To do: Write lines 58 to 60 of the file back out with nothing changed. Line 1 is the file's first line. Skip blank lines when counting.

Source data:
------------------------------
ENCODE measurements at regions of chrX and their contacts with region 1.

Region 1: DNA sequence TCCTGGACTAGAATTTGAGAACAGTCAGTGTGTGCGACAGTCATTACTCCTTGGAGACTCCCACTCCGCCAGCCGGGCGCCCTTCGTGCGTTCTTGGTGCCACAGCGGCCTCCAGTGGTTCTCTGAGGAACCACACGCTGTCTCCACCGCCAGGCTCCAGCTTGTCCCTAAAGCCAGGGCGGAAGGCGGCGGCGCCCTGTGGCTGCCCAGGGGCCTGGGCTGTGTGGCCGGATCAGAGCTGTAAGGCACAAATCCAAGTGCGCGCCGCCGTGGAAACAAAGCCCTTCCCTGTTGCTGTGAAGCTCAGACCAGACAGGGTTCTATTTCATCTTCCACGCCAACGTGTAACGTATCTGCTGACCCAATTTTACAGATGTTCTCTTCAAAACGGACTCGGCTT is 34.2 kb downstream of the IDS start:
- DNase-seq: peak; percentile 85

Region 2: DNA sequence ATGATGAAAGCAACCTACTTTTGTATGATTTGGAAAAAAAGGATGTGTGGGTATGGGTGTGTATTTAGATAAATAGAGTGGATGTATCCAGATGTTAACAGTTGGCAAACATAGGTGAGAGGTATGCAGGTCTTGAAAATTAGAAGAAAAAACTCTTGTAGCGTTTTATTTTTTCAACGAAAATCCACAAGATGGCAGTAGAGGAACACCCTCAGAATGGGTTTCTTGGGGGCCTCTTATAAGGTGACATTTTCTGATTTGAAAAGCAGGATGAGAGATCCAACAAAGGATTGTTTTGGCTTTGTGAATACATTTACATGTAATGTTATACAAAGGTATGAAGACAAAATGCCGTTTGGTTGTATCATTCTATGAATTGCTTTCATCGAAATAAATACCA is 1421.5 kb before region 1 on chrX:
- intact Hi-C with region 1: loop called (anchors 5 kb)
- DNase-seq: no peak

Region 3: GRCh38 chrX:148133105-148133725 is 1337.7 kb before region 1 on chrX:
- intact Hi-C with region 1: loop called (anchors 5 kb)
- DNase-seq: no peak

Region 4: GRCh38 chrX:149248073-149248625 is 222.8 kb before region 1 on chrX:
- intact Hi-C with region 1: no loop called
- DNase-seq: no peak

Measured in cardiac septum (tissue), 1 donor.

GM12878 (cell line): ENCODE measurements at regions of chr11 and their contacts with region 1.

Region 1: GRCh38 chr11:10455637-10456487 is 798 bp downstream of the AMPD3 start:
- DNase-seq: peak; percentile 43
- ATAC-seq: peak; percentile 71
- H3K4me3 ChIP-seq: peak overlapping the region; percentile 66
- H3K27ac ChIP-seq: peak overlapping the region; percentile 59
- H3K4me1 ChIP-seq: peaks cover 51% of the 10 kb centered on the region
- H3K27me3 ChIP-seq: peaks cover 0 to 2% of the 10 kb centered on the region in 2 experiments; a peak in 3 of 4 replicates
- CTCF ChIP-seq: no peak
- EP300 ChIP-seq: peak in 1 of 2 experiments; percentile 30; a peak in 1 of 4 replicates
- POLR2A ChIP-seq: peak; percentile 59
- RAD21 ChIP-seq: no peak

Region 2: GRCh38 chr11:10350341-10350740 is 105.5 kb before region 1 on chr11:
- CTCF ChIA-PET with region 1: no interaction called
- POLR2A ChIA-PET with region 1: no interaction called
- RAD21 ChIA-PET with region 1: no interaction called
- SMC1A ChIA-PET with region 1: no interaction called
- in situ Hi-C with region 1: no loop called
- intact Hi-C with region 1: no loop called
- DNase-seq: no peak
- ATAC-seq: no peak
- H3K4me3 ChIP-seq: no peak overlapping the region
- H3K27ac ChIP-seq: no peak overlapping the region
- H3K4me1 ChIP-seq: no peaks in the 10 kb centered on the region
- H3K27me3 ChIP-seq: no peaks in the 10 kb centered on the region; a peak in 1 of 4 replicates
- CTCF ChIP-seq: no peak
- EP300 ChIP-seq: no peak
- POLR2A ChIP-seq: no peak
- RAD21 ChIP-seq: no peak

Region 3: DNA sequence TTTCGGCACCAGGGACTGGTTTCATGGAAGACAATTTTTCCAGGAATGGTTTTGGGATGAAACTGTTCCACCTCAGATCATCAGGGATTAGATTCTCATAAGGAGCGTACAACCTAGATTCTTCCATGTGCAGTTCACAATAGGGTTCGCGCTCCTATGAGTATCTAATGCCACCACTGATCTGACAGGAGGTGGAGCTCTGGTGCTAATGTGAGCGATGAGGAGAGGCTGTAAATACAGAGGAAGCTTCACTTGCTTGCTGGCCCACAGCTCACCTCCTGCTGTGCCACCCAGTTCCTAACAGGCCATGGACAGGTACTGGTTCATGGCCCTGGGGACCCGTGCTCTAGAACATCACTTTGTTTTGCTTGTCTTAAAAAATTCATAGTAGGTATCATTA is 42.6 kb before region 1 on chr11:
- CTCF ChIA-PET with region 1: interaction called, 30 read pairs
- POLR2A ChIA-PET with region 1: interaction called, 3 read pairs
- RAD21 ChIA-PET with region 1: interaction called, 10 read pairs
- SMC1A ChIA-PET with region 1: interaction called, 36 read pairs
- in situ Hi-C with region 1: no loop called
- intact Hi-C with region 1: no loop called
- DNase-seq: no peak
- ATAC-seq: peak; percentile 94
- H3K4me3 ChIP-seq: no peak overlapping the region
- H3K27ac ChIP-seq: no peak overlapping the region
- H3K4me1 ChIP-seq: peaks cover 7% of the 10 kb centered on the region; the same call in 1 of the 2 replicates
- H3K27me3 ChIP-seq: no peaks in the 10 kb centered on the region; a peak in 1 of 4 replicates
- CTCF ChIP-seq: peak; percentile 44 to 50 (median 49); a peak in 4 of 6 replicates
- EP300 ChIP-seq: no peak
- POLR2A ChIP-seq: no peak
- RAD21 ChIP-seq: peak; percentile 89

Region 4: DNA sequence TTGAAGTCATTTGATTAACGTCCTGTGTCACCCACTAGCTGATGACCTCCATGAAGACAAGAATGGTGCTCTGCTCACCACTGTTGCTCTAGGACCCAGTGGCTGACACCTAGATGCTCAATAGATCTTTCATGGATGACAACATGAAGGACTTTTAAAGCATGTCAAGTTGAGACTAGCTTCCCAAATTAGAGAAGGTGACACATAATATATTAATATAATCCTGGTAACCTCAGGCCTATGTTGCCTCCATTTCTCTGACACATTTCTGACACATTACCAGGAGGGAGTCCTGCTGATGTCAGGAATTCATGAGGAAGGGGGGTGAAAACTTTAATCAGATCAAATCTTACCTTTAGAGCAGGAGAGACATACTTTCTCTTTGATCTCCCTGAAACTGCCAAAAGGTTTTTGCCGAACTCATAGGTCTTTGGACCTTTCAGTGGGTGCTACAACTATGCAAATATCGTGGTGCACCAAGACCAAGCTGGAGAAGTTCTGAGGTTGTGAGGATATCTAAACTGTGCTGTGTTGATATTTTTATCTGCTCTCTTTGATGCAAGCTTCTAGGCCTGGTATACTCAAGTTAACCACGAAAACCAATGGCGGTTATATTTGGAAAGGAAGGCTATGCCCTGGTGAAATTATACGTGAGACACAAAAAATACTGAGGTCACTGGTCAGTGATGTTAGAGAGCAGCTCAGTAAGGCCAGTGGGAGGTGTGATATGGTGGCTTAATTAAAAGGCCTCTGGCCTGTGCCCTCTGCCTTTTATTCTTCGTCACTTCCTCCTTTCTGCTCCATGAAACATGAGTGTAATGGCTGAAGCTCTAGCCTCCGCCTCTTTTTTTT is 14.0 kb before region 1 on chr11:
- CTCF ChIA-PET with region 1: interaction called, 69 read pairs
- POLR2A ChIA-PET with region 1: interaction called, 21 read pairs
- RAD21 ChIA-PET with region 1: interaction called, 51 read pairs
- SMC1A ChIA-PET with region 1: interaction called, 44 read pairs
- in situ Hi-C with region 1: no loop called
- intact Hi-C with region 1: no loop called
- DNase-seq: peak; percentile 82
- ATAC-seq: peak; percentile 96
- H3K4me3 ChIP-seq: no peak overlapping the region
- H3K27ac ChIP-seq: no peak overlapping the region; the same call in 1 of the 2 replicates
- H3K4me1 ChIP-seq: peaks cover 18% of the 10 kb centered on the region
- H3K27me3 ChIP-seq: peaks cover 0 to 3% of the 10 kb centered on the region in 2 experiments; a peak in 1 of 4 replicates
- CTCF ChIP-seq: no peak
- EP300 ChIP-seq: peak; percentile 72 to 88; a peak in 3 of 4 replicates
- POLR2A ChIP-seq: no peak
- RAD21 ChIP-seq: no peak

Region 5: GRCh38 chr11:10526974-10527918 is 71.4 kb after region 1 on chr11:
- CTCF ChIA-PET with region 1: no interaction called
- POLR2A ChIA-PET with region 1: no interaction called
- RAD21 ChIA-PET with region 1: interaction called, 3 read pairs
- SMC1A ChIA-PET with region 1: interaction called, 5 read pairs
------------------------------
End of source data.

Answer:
- POLR2A ChIP-seq: no peak
- RAD21 ChIP-seq: peak; percentile 89

Region 4: DNA sequence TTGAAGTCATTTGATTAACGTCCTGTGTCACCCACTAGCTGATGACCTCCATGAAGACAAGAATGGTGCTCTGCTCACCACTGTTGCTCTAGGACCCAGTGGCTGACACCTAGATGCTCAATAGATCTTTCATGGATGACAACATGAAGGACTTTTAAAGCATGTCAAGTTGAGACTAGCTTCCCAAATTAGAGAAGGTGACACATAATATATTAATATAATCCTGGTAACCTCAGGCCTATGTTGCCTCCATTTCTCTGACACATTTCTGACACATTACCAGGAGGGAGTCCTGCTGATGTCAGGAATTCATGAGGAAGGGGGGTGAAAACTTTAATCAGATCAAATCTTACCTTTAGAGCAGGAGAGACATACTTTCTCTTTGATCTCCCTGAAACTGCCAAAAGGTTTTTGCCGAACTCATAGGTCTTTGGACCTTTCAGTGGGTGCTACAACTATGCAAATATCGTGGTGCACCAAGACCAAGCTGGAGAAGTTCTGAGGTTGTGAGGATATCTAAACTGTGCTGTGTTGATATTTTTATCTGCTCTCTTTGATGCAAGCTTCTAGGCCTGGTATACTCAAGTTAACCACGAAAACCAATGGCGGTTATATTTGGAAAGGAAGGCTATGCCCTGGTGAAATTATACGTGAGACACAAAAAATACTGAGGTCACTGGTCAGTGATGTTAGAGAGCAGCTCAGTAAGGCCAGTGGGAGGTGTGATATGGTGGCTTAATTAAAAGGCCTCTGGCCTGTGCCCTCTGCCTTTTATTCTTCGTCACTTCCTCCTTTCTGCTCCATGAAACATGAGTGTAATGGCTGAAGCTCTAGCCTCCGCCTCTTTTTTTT is 14.0 kb before region 1 on chr11: